Teams straying into Takeovers Panel territory may need to develop new skills following recent changes.

The changes will impact commercial principals, in-house counsel and their corporate advisers when they are before the Panel or contemplating dealings that may spark Panel applications, such as hostile takeovers, potential associations or other contentious corporate control actions.

Panel teams must now be prepared for ‘conferences’, which are face-to-face inquisitions by the Panel of the key commercial actors.

Conferences bring a new set of challenges for Panel teams. In contrast to the usual Panel process of lawyer-driven written submissions, commercial principals will be required to respond to Panel interrogation in person. This may expose them to tests of their credibility, understanding of issues and consistency of submissions.

What has changed?

The Panel has long had the power to require a conference. However, from the time the Panel was revitalised in 2000 it initially only held a handful of conferences and from 2001 it has held none at all.

Following changes to ASIC Regulations the Panel is:

  • no longer required to create transcripts of conferences
  • clearly able to use teleconferencing, meaning the Panel members and participants need not travel to join a physical meeting.

Although the changes may seem insignificant, prior to the changes the Panel may have felt constrained from calling conferences where the potential participants were in disparate locations in Australia or overseas. The changes also greatly reduce the administrative burden of conferences. The Panel membership and executive have driven the changes, indicating the Panel itself is seeking a greater use of conferences in appropriate circumstances.

The changes will not effect a wholesale shift in Panel procedures: the Panel will not use conferences with the same frequency as oral testimony is required in courts. The Panel will stay true to its directive to move away from a court model. We expect the Panel will use conferences selectively.

The few conferences held initially were all to determine discrete points in proceedings. In Vincorp Wineries Ltd [2001] ATP 6, the conference was for the Panel to better understand the bidder’s business before making a decision about what information would be desirable to include in the bidder’s statement. In Pinnacle VRB Ltd 09b [2001] ATP 26, the conference was to explain the Panel’s decision and give an opportunity to make oral submissions on final orders.

We expect a return to this limited use of conferences and that they will be appropriate where outcomes rest on credibility, such as for denials of alleged association, or to clarify inconsistencies in submissions.

New skills required

Conferences can be called on short notice, meaning advance preparation can advantage Panel teams. Our tips follow.

  • Ensure commercial principals attend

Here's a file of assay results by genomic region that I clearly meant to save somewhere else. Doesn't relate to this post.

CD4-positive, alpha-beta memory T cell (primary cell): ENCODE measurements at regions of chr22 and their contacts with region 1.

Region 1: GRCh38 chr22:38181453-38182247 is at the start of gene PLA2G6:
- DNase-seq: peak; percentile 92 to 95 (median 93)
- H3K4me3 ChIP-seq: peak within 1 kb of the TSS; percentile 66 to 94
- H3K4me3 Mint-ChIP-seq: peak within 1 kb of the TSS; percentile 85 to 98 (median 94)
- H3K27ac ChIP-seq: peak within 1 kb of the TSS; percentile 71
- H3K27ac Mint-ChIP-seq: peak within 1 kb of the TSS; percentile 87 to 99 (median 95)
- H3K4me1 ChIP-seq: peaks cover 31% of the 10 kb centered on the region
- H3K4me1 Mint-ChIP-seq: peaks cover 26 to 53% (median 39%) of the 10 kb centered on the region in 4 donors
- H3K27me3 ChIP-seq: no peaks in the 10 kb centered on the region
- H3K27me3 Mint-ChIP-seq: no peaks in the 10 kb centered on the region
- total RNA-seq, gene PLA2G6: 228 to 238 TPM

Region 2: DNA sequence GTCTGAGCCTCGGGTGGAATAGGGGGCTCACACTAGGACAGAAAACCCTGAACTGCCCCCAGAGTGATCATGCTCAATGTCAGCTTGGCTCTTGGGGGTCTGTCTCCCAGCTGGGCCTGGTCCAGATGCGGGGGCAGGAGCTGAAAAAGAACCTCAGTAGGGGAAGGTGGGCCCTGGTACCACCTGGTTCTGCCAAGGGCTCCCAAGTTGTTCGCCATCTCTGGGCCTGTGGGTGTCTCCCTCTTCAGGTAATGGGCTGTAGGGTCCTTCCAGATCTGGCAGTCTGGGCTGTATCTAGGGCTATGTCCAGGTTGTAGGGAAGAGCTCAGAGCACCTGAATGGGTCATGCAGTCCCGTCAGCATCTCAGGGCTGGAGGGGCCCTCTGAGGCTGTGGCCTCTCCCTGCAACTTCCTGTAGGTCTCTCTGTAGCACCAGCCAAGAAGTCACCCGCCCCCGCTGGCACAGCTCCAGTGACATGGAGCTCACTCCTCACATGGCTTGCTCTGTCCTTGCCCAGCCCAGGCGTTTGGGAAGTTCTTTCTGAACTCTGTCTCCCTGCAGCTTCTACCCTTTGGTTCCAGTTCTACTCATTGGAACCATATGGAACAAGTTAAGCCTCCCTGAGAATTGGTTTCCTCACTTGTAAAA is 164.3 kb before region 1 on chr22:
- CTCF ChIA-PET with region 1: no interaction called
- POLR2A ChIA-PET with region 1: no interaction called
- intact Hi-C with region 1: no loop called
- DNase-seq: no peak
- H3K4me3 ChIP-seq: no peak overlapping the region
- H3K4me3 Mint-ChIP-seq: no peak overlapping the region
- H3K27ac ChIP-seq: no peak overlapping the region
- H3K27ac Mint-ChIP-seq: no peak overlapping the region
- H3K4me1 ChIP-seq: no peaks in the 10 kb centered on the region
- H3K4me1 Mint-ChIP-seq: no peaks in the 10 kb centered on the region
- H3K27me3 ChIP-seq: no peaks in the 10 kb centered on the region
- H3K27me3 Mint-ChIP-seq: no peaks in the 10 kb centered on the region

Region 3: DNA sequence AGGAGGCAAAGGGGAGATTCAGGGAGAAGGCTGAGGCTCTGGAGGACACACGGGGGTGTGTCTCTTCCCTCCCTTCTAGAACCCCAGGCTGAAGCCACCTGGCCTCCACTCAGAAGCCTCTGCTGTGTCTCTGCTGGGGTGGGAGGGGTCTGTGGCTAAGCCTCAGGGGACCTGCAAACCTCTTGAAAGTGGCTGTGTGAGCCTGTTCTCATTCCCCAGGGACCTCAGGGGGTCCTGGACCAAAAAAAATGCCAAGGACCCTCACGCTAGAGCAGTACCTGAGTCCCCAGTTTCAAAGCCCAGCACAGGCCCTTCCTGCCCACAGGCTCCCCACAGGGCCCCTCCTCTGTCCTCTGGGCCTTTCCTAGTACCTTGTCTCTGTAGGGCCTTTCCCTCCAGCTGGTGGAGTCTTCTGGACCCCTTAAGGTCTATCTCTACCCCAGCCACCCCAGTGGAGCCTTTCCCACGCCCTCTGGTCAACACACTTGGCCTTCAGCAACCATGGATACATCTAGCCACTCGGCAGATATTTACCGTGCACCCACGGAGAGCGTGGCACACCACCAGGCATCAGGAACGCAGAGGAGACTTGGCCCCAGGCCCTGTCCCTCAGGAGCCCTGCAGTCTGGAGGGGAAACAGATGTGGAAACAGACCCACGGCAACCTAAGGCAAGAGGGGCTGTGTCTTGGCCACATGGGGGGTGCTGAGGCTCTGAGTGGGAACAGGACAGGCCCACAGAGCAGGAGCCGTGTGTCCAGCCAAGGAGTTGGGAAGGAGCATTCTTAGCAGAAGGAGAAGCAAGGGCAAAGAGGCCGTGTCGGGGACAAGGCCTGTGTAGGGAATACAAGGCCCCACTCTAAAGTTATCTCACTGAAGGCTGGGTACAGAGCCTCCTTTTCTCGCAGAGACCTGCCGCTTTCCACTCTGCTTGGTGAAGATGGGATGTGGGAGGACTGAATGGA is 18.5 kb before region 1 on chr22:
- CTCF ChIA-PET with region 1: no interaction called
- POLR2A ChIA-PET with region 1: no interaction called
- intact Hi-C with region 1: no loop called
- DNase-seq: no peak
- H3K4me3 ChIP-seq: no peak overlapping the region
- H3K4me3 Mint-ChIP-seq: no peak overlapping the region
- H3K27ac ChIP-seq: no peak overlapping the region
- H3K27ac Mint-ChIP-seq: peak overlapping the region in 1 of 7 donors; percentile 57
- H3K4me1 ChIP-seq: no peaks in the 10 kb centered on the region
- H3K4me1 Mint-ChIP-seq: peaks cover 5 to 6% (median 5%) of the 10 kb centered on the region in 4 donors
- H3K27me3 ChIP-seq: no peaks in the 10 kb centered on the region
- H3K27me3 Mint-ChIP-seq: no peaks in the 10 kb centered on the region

The Panel may draw adverse inferences from failure to attend. It will be difficult to justify non-participation in a teleconference, so Panel teams need to engage with the relevant people within the client, however senior, to ensure they attend if required.

  • Brief your speakers on core arguments

The Panel’s historical reliance on written submissions has allowed commercial principals to rely heavily on their advisors and not necessarily have a strong understanding of the issues before the Panel. While an in-depth knowledge of the legal principles will not be necessary, Panel teams may be advantaged when their speakers can display a strong understanding of the facts and core arguments.

  • Brainstorm likely inquiries

Panel teams will perform best when they anticipate the Panel’s questions. Brainstorming possible inquiries and ensuring speakers are armed with factual responses will allow Panel teams to present their cases fully.

  • Don’t lie to the Panel

Panel teams must explain to their speakers the seriousness of their conduct before the Panel. Imprisonment, ‘contempt of Panel’ and other sanctions apply to giving false or misleading information or obstructing Panel proceedings. Although conferences do not impose higher standards than expected in written submissions, written submissions, calmly prepared and carefully reviewed, represent much less danger to individuals than does being put on the spot in a conference context.

  • Confidence may win the day

The Panel does not share the courts’ history of oral testimony. Although there are distinguished litigators amongst its membership, the Panel at large cannot be expected to have the experience of judges at assessing oral testimony and testing credibility. Panel teams who confidently assist the Panel through the novelty of conferences may realise subtle advantages.

  • Add conferences as a new weapon in your Panel arsenal

Whether to request a conference and how to support the request will now be a more usual part of Panel applications. A party requesting a conference must indicate why a conference is desirable, which may prove a difficult hurdle to overcome.

Recently, in World Oil Resources Limited [2013] ATP 1, a conference was requested but refused because the Panel was not satisfied it would add anything to the written submissions, noting that one of the key participants was not available to attend and there did not appear to be any likelihood of additional probative material coming to light.

The Federal Court in Tinkerbell Enterprises Pty Limited as Trustee for The Leanne Catelan Trust v Takeovers Panel [2012] FCA 1272 confirmed that a request does not oblige the Panel to hold a conference. Parties believing a conference would play in their favour should plan to marshal powerful reasons to support their request.